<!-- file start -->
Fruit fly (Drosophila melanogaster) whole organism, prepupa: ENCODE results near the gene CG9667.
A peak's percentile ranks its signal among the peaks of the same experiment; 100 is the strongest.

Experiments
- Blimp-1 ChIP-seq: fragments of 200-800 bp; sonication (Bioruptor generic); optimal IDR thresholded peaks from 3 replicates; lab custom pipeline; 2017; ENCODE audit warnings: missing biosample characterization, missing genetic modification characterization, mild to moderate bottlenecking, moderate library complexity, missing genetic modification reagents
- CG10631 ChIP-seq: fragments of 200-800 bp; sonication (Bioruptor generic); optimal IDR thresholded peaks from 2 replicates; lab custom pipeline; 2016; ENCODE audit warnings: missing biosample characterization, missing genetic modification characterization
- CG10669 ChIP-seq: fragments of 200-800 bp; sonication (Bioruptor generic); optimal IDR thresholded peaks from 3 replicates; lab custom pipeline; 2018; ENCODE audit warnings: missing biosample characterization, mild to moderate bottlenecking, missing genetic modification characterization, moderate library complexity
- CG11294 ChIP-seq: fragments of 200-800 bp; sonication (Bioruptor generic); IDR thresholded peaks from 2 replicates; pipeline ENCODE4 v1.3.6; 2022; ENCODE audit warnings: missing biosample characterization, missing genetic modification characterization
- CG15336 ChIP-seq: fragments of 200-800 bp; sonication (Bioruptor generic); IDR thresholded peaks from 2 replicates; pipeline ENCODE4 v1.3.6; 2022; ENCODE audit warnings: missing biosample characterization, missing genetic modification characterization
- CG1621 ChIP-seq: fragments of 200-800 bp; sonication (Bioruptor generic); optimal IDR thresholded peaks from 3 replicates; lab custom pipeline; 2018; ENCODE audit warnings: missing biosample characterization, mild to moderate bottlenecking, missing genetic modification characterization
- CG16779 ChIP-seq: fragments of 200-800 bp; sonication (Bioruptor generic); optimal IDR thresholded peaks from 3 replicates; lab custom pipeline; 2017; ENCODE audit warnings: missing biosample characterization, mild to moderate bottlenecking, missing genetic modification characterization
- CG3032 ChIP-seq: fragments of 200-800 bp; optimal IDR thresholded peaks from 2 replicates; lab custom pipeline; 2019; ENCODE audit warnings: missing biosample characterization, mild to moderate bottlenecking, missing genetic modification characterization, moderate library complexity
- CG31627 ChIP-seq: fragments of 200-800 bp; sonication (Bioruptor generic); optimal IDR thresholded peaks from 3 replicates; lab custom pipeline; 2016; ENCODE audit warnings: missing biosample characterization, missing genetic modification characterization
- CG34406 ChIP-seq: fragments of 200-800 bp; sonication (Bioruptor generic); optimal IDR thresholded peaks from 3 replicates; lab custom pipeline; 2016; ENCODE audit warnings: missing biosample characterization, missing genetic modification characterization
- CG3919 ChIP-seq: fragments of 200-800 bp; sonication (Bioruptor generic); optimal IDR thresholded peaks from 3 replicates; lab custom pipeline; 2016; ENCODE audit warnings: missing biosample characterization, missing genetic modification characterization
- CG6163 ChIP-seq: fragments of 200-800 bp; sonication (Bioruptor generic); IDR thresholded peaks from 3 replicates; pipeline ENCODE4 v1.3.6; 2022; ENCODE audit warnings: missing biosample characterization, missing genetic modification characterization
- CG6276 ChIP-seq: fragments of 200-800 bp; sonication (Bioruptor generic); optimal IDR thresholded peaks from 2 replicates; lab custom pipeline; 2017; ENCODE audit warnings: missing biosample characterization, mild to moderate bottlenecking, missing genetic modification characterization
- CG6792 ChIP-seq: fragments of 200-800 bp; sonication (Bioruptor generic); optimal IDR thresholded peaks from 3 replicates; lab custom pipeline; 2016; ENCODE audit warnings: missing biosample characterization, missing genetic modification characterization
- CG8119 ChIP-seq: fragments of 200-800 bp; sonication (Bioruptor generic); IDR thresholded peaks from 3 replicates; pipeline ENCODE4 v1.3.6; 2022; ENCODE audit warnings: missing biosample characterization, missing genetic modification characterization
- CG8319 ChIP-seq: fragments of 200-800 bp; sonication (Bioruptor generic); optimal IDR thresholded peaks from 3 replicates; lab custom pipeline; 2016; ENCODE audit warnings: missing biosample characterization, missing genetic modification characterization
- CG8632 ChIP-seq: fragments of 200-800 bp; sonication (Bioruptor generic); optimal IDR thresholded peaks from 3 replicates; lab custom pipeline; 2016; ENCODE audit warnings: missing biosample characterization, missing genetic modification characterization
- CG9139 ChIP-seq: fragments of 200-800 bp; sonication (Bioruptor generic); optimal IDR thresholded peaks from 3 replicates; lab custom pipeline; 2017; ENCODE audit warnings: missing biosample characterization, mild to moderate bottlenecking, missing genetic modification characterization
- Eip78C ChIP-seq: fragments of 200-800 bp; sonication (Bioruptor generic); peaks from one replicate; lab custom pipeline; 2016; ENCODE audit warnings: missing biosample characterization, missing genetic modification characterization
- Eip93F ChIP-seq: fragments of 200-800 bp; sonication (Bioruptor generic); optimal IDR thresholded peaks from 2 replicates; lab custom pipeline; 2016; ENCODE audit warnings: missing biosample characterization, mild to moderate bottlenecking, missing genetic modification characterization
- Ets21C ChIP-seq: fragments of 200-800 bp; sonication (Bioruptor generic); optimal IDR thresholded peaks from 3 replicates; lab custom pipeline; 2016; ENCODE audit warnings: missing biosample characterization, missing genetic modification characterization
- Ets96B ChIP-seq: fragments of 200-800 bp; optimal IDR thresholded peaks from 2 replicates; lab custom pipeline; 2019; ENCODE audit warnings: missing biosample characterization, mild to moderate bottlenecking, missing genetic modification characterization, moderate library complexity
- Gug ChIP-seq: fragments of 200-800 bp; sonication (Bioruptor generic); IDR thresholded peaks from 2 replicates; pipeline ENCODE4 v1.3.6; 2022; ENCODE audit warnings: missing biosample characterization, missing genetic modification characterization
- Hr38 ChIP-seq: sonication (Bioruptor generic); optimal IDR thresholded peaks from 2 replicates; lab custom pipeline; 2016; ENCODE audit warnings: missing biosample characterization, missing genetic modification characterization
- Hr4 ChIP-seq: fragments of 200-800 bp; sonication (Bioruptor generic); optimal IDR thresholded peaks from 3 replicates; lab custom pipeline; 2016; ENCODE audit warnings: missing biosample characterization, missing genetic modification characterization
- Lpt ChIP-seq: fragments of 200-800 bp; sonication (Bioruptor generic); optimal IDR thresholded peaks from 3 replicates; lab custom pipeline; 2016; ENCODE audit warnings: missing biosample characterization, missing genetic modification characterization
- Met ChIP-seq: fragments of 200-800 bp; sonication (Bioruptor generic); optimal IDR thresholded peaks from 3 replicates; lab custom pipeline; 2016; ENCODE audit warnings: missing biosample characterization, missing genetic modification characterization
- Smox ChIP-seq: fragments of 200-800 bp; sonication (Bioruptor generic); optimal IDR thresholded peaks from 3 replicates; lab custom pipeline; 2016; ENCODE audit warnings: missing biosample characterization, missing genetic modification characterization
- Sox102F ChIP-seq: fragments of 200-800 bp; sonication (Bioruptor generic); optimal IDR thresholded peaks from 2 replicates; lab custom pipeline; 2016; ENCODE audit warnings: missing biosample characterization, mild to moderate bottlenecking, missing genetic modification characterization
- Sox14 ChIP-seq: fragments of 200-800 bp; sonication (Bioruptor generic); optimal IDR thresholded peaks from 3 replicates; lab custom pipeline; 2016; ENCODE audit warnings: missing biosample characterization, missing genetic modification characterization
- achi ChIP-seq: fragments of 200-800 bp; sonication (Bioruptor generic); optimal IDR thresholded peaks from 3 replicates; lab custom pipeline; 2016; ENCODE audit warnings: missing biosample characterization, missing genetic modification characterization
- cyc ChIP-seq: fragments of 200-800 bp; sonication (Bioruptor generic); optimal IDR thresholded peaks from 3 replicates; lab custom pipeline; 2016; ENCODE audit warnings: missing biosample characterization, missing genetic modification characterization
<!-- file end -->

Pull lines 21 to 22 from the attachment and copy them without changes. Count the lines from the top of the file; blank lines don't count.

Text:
- CG9139 ChIP-seq: fragments of 200-800 bp; sonication (Bioruptor generic); optimal IDR thresholded peaks from 3 replicates; lab custom pipeline; 2017; ENCODE audit warnings: missing biosample characterization, mild to moderate bottlenecking, missing genetic modification characterization
- Eip78C ChIP-seq: fragments of 200-800 bp; sonication (Bioruptor generic); peaks from one replicate; lab custom pipeline; 2016; ENCODE audit warnings: missing biosample characterization, missing genetic modification characterization